5 Things You Will Learn From IVHQ’s Volunteer Training

5 Things You Will Learn From IVHQ's Volunteer Training

At the end of 2014 we updated and refreshed the training that we offer to IVHQ volunteers. We wanted to make it more comprehensive, more interesting and more useful.

IVHQers had told us that they enjoyed the detailed information provided in our Program Information Booklets but wanted a simpler way to learn they key things that they needed to know before they took off on their international volunteering program.

We believe we have a responsibility to support volunteers to prepare for their experience in the right way and we know that well prepared volunteers are safer, more responsible and more able to make a positive contribution.

The idea of providing our training through an interactive, scenario-based tool was to make it interesting, thought-provoking and hopefully a little bit fun. Volunteers who complete the training will learn a whole lot, but here are 5 of the best tips:

1. Good preparation is the golden rule

It doesn’t matter how much international travel you’ve done, preparing well for your volunteer abroad experience is absolutely essential. This means booking flights and arranging travel insurance nice and early (additional hack: you can log your flight and insurance details in your MyIVHQ profile), getting your criminal background sorted, and making sure you have the right vaccinations and visa arrangements. It also means doing your own research about the country you are visiting, learning some basic local language, and thinking carefully about what you pack with consideration for appropriate and culturally sensitive clothing.

A volunteer teacher in India with IVHQ

2. Keeping yourself safe is relatively easy

Our local teams are well set up to keep you safe while you’re with them. They have risk management plans in place and they’re equipped and supported to ensure that your health and safety is kept as a top priority. But just like anywhere, keeping safe is ultimately your responsibility and the biggest risks facing volunteers are when they are not at a project or with our local staff. In order to stay safe when you’re out and about in your free-time make sure you think carefully about the transport you use, the food and drink that you consume and the way you behave. Being respectful, thinking twice, and taking particular care around alcohol are good basic rules to follow.

Visiting local markets in India during an IVHQ volunteer abroad experience

3. You have skills, but you don’t know everything

You have skills that are valuable to our projects but it’s really important to remember that you need to learn before you can really make a difference. Unless you’ve previously spent a lot of time in the country and community that you’re going to be volunteering in, it’s unlikely you’ll know how to best make a positive contribution. Be humble, listen carefully, follow the lead of our local staff. They know their community and their projects well and you are there to support them and to learn, you’re not there to show them how it’s done. Think critically about your skills and speak with your IVHQ Program Manager about how they can best be utilized on your chosen program.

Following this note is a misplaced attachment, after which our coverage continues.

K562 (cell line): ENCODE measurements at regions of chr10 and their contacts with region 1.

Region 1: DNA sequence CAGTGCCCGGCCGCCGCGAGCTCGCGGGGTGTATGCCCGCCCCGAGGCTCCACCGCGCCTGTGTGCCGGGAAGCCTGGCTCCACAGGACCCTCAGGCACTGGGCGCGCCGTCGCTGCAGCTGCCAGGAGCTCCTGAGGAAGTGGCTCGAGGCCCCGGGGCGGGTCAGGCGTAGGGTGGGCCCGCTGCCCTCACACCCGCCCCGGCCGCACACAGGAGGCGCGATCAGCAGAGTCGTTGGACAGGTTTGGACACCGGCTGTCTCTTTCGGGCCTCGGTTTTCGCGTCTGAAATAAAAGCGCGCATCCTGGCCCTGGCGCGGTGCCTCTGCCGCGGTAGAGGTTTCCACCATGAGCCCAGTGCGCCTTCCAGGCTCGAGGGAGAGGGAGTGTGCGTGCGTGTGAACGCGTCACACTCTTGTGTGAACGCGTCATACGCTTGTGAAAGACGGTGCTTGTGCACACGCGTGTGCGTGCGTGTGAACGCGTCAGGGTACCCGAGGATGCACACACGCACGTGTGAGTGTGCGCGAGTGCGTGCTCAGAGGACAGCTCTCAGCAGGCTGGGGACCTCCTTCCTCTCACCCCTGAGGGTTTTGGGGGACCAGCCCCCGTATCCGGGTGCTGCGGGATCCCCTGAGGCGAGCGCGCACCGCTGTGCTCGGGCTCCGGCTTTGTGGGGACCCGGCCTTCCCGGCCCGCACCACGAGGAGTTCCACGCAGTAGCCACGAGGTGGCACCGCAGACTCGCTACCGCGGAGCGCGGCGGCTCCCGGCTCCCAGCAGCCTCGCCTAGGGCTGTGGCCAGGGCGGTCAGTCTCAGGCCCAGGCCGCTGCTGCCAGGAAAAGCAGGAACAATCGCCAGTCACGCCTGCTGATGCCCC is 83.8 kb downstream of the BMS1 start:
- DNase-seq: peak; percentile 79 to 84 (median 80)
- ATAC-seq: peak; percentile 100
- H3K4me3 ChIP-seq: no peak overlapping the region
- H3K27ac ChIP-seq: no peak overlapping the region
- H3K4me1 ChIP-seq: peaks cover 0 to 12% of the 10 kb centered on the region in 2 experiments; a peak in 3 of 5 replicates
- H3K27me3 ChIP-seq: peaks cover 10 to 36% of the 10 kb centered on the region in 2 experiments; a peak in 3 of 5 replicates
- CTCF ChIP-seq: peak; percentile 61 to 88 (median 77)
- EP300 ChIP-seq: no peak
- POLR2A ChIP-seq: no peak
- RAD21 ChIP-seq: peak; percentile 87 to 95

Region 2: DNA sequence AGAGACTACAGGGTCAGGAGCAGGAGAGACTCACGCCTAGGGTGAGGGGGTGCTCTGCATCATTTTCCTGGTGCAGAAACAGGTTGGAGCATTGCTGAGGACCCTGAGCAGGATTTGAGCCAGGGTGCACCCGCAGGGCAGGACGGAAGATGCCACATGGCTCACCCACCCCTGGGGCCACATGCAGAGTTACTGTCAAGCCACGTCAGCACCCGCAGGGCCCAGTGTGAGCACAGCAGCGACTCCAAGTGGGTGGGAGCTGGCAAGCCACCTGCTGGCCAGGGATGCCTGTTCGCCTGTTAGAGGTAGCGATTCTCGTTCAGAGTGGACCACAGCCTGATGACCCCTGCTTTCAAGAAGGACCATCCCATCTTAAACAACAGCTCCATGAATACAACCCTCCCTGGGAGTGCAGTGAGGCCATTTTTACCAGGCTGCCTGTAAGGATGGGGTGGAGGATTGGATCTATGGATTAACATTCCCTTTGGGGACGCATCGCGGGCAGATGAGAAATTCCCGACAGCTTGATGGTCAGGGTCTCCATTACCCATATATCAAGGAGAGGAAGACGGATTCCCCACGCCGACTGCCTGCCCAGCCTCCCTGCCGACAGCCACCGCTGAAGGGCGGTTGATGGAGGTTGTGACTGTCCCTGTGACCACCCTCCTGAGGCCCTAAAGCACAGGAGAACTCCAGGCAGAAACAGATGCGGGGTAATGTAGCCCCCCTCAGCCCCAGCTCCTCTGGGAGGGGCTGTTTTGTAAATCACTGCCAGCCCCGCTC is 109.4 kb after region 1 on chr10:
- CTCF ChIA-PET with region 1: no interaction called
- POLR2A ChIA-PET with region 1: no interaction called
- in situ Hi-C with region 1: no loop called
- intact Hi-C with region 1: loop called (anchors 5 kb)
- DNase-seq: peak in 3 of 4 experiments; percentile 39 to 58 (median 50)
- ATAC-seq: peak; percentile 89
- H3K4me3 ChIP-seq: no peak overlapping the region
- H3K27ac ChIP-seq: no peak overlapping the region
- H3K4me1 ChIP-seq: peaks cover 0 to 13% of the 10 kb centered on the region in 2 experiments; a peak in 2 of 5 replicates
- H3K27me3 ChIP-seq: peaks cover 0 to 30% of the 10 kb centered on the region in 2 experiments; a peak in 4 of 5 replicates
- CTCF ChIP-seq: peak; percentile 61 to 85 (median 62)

Volunteers are given a task in Victoria Falls with IVHQ

4. Attitude is everything

Everyone has expectations about what an experience will be like. We all create mental images of people, places and what our day to day activities will look like. The biggest mistakes that volunteers make are having expectations which don’t reflect reality and having attitudes which are counter-productive. Yes you’ll have an incredible experience, yes you’ll meet amazing people and see amazing places, and yes you’ll make a valuable contribution to a project. But you won’t change the world in two weeks or four and you won’t be recognized as the community’s savior. Attitude is everything - have an open mind, be ready to be challenged be ready to contribute in whatever way is most valuable, not whatever way is most glamorous.

A volunteer works on a temple renovation project in Sri Lanka with IVHQ

5. We’ve got your back

We’ve been providing volunteer abroad experiences since 2007, so we’ve got a pretty good idea about how to support you in the best way. You’ll get dedicated support from our staff at our New Zealand HQ and you’ll be expertly hosted by our local team. We’ll support you with resources, information and advice so ask questions and don’t hesitate to make the most of the massive community of past, present and future volunteers who provide reviews and advice on the IVHQ Facebook Group and share their experiences on sites like Go Overseas or the volunteer abroad platform Go Abroad.

Our volunteer training is packed with advice and it’s free and exclusive to IVHQ volunteers. If you’ve registered, get it done today! Or try a sample here.


About Ben Brown
IVHQ Head of Risk and Sustainability
Ben joined IVHQ in 2014 following the completion of some detailed research into responsible volunteering practices. He now leads IVHQ's Risk Management and Responsible volunteering work with a focus on ensuring IVHQ programs operate sustainably, and also on supporting volunteers to make a significant and lasting impact through their work. Ben has spent the last 8 years working with large companies on their sustainability programs and enjoys bringing his expertise to an organization that has the creation of positive social impacts at its heart. Outside of IVHQ, Ben loves traveling extensively and staying fit.

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